Was yesterday’s capitulation to the EU a stalling effort by Tsipris?

In the span of just a week, the leader of Greece and the ruling Syriza party made two very opposite and polar decisions that has the world wondering what the real game being played in Greece is all about.  On Friday, Prime Minister Alexis Tsipris went to Russia and signed a pipeline agreement with President Putin at the St. Petersburg Economic Forum, signalling that the Southern European country was putting its chips in on the side of the BRICS.  However, in a shocking move just three days later, the Prime Minister stunned his own party by accepting Troika demands and gave into the Euro bank’s position for austerity and reform.

Yet while some may call this being schizophrenic, one has to wonder if there is a third intention in play, and that is one of stalling for time.

Last night from Twitter:

Any agreement today by Greece is a stall tactic as Drachma backup infrastructure is not yet complete. Yuan swap facilities will fix that. – Guerrilla Economist, @Theroguemoney

The Syriza party was brought into power in Greece using the promise that the new government would end austerity, and stand up against the banking cabal of the Troika.  For the past six months, both the Prime Minister and Finance Minister have played a dangerous cat and mouse game with the IMF, ECB, and European Commission.  But since June 22 was the final day of reckoning for the Greek government, there wasn’t enough time for Greece to make a safe exit from the Eurozone at this time, and in a last minute decision Tsipris gave into the Troika.

Greece has accepted the principle of extending its current bailout programme which expires at the end of the month so as to keep it afloat while a long-term debt solution is worked out, Greek government sources said Monday.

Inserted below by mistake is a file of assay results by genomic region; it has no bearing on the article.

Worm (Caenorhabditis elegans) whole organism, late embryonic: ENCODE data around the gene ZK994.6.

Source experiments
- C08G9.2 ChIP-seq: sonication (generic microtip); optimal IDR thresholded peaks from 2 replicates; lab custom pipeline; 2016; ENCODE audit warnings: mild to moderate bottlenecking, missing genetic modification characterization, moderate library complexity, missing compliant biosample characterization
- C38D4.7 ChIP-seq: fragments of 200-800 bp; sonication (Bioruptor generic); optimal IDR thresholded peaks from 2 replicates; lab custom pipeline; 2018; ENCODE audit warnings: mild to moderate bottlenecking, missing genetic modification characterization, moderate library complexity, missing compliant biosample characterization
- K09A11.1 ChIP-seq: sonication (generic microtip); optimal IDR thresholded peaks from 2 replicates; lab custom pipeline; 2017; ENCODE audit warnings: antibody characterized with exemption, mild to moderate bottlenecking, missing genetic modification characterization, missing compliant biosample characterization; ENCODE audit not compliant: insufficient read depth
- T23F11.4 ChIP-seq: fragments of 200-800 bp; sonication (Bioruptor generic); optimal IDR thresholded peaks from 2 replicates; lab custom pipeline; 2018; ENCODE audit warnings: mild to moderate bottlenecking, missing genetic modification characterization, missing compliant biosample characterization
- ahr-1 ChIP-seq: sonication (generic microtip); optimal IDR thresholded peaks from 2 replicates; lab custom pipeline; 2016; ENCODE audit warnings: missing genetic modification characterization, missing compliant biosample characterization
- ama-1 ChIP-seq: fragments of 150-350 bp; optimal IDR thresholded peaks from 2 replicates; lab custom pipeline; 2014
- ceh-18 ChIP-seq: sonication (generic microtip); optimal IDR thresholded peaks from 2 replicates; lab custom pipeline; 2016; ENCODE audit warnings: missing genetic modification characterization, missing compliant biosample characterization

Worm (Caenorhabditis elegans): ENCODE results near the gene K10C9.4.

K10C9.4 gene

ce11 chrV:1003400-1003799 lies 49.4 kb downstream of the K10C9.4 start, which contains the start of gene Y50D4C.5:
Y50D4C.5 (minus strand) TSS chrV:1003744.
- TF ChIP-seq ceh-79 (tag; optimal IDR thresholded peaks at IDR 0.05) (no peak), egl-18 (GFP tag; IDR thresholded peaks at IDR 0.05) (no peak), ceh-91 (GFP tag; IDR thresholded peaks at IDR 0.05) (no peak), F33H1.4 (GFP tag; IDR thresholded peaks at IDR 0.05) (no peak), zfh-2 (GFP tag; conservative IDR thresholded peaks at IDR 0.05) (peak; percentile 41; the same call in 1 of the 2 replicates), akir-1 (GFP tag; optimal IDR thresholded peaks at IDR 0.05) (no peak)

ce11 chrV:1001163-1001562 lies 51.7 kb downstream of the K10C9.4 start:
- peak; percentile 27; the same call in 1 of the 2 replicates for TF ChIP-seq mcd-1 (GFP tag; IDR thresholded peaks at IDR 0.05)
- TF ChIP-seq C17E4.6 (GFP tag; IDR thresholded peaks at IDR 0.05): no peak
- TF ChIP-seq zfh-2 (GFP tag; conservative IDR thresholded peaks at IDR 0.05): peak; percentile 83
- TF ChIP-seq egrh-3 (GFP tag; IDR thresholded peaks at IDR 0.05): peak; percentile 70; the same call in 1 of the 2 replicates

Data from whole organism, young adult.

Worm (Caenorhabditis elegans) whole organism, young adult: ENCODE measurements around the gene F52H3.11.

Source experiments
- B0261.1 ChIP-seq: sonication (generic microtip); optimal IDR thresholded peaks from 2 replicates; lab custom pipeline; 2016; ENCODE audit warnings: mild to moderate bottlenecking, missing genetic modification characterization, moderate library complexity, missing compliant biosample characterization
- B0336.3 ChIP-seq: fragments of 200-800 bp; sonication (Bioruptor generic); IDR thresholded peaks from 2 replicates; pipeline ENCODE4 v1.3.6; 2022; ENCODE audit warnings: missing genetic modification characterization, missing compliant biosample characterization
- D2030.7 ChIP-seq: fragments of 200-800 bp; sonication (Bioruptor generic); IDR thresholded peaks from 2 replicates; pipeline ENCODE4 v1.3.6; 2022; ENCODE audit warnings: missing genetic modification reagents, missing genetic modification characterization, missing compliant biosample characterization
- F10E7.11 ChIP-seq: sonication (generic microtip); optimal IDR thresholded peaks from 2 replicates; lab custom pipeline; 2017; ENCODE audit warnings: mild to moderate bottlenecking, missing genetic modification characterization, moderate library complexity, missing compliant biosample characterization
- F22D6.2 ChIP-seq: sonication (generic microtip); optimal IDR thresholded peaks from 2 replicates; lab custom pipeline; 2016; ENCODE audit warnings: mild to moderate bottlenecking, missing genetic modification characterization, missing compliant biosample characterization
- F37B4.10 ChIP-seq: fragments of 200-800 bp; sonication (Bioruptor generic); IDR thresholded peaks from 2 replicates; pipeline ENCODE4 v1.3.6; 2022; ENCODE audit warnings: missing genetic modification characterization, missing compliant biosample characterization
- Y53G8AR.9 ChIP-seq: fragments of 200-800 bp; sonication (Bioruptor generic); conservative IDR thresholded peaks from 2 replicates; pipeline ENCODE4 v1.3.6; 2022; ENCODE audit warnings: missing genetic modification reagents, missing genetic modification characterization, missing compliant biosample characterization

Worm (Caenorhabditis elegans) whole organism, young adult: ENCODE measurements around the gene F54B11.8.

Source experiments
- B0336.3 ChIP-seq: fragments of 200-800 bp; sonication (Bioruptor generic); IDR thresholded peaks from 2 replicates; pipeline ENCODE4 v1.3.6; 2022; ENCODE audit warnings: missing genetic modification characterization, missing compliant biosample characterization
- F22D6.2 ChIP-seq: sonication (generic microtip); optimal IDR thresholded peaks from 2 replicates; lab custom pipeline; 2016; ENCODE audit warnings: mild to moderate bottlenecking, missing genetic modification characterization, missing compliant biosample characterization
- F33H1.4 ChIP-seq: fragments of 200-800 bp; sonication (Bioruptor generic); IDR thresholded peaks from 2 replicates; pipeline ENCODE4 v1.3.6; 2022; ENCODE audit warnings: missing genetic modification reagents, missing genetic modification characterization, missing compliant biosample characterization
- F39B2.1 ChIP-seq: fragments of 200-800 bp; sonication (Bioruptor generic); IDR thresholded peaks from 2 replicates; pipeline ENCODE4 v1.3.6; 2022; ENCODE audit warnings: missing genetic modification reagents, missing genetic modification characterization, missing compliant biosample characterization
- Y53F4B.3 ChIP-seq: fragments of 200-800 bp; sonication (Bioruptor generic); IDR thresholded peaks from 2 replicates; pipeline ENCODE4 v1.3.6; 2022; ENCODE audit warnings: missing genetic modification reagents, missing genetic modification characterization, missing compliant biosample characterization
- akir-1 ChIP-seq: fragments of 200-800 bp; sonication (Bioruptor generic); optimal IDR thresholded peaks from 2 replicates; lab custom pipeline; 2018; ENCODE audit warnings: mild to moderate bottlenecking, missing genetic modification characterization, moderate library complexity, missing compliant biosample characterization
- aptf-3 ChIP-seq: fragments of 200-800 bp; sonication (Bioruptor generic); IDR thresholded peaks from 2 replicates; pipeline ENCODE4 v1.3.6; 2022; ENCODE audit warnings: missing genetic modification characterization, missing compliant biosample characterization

“For the first time, we accept the extension of the programme as the only way forward,” one source said as eurozone leaders discussed Greece’s future in the single currency ahead of the June 30 end of its current aid programme. – AFP

There will be a cost for Syriza and Greece in playing this high stakes game of deception.  Already members of the Prime Minister’s own party are vocally questioning whether they will vote to accept the agreement with the ECB, and the people of Greece have spoken their opinions for weeks through a series of bank runs that are validating a lack of trust in the government to do the right thing.


Time… it is the greatest enemy right now for Tsipris, Syriza, and Greece.  And with the Prime Minister realizing his delaying tactics could go no further with the Troika on Monday, the only answer remains in how quickly and how likely are Russia, China, and the BRICS to go fully in with the Southern European nation, and how soon can they get the foundation laid for Greece to finally do the inevitable and leave the Eurozone?

Kenneth Schortgen Jr is a writer for Secretsofthefed.comExaminer.com, Roguemoney.net, and To the Death Media, and hosts the popular web blog, The Daily Economist. Ken can also be heard Wednesday afternoons giving an weekly economic report on the Angel Clark radio show.

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